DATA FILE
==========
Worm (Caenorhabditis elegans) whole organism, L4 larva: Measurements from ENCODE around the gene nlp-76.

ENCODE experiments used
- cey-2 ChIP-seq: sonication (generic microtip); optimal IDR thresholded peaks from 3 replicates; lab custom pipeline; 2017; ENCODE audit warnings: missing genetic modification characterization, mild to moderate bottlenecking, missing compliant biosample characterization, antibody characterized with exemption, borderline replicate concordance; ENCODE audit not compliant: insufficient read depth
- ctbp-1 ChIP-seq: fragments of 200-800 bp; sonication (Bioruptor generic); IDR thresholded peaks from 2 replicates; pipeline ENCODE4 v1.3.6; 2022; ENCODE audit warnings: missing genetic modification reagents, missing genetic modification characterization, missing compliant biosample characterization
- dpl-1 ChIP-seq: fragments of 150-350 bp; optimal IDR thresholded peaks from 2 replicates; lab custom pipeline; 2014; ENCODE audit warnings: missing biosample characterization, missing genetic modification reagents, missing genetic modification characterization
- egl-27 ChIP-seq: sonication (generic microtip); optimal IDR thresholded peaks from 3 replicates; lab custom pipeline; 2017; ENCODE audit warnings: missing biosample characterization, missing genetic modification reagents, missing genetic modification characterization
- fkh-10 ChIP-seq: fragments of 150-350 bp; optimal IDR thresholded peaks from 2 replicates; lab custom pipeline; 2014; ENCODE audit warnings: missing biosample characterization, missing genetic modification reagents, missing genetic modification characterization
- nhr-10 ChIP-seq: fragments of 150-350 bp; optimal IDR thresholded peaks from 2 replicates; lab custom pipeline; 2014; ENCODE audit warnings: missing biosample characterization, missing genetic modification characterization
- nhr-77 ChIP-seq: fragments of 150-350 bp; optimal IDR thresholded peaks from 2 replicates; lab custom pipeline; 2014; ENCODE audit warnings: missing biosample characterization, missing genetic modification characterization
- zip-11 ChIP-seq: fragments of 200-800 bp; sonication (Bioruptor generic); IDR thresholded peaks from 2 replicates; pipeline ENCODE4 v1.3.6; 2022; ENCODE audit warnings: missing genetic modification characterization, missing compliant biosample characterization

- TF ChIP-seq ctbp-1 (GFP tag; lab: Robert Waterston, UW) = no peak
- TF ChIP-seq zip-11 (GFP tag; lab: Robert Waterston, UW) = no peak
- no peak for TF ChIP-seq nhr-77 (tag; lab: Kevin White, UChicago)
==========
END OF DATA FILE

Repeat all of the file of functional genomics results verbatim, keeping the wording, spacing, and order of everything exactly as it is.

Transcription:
Worm (Caenorhabditis elegans) whole organism, L4 larva: Measurements from ENCODE around the gene nlp-76.

ENCODE experiments used
- cey-2 ChIP-seq: sonication (generic microtip); optimal IDR thresholded peaks from 3 replicates; lab custom pipeline; 2017; ENCODE audit warnings: missing genetic modification characterization, mild to moderate bottlenecking, missing compliant biosample characterization, antibody characterized with exemption, borderline replicate concordance; ENCODE audit not compliant: insufficient read depth
- ctbp-1 ChIP-seq: fragments of 200-800 bp; sonication (Bioruptor generic); IDR thresholded peaks from 2 replicates; pipeline ENCODE4 v1.3.6; 2022; ENCODE audit warnings: missing genetic modification reagents, missing genetic modification characterization, missing compliant biosample characterization
- dpl-1 ChIP-seq: fragments of 150-350 bp; optimal IDR thresholded peaks from 2 replicates; lab custom pipeline; 2014; ENCODE audit warnings: missing biosample characterization, missing genetic modification reagents, missing genetic modification characterization
- egl-27 ChIP-seq: sonication (generic microtip); optimal IDR thresholded peaks from 3 replicates; lab custom pipeline; 2017; ENCODE audit warnings: missing biosample characterization, missing genetic modification reagents, missing genetic modification characterization
- fkh-10 ChIP-seq: fragments of 150-350 bp; optimal IDR thresholded peaks from 2 replicates; lab custom pipeline; 2014; ENCODE audit warnings: missing biosample characterization, missing genetic modification reagents, missing genetic modification characterization
- nhr-10 ChIP-seq: fragments of 150-350 bp; optimal IDR thresholded peaks from 2 replicates; lab custom pipeline; 2014; ENCODE audit warnings: missing biosample characterization, missing genetic modification characterization
- nhr-77 ChIP-seq: fragments of 150-350 bp; optimal IDR thresholded peaks from 2 replicates; lab custom pipeline; 2014; ENCODE audit warnings: missing biosample characterization, missing genetic modification characterization
- zip-11 ChIP-seq: fragments of 200-800 bp; sonication (Bioruptor generic); IDR thresholded peaks from 2 replicates; pipeline ENCODE4 v1.3.6; 2022; ENCODE audit warnings: missing genetic modification characterization, missing compliant biosample characterization

- TF ChIP-seq ctbp-1 (GFP tag; lab: Robert Waterston, UW) = no peak
- TF ChIP-seq zip-11 (GFP tag; lab: Robert Waterston, UW) = no peak
- no peak for TF ChIP-seq nhr-77 (tag; lab: Kevin White, UChicago)